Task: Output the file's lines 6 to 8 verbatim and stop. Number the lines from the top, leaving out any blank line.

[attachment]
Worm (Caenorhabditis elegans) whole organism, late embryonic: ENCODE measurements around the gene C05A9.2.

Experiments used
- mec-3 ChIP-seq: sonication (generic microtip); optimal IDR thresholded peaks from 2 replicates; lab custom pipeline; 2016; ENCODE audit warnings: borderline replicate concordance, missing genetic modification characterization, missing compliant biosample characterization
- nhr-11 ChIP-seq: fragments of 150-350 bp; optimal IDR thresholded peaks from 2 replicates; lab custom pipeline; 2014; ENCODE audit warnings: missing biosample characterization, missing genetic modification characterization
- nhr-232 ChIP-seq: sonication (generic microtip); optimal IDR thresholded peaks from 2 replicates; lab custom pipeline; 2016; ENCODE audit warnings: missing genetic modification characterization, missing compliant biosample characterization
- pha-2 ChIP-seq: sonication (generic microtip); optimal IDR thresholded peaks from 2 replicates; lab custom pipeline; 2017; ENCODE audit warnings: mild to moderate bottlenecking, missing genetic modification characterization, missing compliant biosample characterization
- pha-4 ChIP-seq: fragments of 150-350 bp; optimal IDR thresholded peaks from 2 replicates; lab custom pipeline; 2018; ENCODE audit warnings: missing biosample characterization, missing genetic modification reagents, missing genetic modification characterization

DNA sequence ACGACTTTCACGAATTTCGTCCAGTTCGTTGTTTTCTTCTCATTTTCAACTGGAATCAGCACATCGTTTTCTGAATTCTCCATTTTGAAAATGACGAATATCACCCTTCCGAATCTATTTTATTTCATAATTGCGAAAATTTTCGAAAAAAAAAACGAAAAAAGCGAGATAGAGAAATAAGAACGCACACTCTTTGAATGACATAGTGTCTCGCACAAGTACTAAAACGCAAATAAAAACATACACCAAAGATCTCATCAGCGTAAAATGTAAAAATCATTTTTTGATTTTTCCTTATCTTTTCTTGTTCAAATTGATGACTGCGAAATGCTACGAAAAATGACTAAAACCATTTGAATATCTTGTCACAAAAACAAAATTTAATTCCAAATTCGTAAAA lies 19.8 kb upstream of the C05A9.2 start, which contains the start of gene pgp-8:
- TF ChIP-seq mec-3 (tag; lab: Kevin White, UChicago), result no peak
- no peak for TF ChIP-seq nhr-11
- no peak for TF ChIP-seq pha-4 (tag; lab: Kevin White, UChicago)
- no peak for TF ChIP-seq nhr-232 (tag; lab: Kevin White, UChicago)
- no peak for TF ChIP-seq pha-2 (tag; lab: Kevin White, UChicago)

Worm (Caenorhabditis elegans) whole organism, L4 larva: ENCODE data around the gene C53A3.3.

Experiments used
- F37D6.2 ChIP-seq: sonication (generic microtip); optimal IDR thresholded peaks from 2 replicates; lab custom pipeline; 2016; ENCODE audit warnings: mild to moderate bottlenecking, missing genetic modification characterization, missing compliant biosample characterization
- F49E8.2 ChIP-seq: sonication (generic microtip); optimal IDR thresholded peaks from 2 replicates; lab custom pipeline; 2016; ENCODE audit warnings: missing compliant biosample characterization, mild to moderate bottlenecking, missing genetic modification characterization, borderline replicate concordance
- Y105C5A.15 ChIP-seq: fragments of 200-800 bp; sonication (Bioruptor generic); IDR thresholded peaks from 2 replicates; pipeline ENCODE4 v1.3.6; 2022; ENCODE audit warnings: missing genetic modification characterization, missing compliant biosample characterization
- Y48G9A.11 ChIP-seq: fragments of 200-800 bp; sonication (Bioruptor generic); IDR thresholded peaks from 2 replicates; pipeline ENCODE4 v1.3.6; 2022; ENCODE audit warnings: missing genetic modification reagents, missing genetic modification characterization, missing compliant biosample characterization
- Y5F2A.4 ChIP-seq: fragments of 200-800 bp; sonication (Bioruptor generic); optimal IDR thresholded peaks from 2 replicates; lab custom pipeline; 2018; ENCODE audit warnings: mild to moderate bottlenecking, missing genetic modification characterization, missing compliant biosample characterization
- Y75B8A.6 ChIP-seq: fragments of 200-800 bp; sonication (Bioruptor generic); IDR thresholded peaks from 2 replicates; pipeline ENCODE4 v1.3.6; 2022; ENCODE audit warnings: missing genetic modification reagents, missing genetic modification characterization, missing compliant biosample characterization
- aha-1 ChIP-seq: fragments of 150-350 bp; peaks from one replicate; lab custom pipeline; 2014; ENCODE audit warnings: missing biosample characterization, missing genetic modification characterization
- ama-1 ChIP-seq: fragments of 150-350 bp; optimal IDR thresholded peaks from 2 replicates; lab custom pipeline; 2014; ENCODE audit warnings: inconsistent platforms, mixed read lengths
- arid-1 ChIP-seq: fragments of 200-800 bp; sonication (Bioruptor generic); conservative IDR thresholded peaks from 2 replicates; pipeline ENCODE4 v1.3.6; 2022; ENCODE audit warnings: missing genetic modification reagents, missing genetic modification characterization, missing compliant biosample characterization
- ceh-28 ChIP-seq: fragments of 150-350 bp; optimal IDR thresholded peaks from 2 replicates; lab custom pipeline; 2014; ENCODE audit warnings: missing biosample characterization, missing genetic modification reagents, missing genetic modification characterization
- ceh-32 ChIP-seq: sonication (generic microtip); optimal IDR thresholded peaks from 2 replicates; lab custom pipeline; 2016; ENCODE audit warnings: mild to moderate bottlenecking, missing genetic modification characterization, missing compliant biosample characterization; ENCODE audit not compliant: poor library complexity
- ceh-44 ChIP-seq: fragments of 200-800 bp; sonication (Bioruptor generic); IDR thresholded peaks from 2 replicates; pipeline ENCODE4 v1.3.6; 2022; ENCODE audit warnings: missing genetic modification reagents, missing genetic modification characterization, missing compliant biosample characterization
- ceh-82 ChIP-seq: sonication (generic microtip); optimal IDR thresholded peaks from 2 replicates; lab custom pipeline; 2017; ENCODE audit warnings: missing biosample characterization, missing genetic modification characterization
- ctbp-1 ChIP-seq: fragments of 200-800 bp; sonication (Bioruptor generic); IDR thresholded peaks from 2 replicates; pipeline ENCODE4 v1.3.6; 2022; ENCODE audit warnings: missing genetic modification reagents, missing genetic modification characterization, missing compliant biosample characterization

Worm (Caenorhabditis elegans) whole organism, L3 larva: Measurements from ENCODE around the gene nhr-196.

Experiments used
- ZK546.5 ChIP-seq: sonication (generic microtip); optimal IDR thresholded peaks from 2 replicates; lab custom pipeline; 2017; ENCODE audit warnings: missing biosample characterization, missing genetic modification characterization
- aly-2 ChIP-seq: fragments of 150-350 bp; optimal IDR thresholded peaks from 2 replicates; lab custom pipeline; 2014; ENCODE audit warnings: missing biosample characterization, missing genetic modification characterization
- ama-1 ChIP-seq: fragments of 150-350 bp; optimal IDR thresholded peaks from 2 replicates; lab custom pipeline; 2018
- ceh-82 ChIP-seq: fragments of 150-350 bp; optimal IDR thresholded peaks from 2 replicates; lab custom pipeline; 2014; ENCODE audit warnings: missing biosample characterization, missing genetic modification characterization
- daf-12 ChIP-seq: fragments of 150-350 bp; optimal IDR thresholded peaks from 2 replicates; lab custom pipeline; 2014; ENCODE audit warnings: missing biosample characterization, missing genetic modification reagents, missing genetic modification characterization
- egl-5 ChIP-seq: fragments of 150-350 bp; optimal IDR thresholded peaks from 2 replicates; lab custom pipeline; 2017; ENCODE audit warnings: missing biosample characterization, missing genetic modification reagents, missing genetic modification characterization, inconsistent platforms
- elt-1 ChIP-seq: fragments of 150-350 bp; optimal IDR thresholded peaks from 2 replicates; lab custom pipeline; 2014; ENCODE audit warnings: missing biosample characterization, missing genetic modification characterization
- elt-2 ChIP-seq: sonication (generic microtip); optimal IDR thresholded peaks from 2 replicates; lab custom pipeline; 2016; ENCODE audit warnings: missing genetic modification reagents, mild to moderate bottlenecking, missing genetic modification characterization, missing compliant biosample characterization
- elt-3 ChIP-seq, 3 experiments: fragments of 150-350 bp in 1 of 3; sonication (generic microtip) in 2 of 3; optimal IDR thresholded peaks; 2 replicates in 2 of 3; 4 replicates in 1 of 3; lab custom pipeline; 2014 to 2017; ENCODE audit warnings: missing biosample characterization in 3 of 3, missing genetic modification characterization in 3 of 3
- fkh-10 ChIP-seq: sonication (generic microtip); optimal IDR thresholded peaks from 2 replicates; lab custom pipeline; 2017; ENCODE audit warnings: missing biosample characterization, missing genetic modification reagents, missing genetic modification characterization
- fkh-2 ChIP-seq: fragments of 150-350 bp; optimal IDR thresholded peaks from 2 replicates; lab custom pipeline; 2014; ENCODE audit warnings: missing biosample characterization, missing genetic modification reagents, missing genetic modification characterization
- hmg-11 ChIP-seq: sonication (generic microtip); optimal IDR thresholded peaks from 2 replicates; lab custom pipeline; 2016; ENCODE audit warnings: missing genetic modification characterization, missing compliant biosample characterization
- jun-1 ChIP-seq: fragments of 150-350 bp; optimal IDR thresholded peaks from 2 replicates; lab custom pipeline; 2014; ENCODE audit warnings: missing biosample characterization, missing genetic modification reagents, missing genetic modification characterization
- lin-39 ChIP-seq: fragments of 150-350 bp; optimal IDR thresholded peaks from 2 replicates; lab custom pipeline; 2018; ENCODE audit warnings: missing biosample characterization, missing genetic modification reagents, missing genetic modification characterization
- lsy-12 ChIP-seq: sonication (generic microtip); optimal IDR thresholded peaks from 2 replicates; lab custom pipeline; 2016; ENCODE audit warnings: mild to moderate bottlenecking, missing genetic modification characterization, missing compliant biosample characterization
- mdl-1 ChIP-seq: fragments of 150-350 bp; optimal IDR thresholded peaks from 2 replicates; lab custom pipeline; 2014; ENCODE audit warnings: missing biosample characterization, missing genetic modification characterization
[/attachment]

- pha-2 ChIP-seq: sonication (generic microtip); optimal IDR thresholded peaks from 2 replicates; lab custom pipeline; 2017; ENCODE audit warnings: mild to moderate bottlenecking, missing genetic modification characterization, missing compliant biosample characterization
- pha-4 ChIP-seq: fragments of 150-350 bp; optimal IDR thresholded peaks from 2 replicates; lab custom pipeline; 2018; ENCODE audit warnings: missing biosample characterization, missing genetic modification reagents, missing genetic modification characterization

DNA sequence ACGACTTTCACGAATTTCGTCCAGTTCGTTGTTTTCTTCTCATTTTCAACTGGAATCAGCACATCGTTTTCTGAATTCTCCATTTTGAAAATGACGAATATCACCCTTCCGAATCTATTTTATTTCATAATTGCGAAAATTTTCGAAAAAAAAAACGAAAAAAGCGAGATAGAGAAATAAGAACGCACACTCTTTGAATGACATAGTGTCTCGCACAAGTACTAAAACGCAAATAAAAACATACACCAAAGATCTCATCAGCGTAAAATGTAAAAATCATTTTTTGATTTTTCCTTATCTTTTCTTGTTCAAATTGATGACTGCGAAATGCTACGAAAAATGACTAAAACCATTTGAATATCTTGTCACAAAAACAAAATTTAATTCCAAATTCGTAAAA lies 19.8 kb upstream of the C05A9.2 start, which contains the start of gene pgp-8: